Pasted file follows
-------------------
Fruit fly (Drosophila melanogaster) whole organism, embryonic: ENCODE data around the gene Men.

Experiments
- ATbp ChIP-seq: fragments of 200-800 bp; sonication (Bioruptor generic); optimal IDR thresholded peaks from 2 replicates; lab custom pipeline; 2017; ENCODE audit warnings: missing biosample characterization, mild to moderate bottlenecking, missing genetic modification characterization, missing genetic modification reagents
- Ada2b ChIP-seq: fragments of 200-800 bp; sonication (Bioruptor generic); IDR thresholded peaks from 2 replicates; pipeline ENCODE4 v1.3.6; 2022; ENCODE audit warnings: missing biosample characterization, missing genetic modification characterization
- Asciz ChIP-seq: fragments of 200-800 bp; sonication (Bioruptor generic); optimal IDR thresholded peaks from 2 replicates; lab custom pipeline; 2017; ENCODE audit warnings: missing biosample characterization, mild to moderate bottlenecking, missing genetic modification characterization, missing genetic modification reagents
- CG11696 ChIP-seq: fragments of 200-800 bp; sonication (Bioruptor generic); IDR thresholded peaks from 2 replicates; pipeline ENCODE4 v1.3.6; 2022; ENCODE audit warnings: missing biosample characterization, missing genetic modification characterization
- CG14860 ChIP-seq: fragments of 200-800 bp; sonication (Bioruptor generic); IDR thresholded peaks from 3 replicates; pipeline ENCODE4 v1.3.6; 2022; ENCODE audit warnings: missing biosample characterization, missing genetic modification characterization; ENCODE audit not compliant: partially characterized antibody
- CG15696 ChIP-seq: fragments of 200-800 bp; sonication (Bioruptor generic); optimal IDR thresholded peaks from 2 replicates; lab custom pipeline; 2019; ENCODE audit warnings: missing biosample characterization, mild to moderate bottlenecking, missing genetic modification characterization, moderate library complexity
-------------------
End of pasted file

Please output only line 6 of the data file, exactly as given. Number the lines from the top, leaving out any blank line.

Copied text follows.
- CG11696 ChIP-seq: fragments of 200-800 bp; sonication (Bioruptor generic); IDR thresholded peaks from 2 replicates; pipeline ENCODE4 v1.3.6; 2022; ENCODE audit warnings: missing biosample characterization, missing genetic modification characterization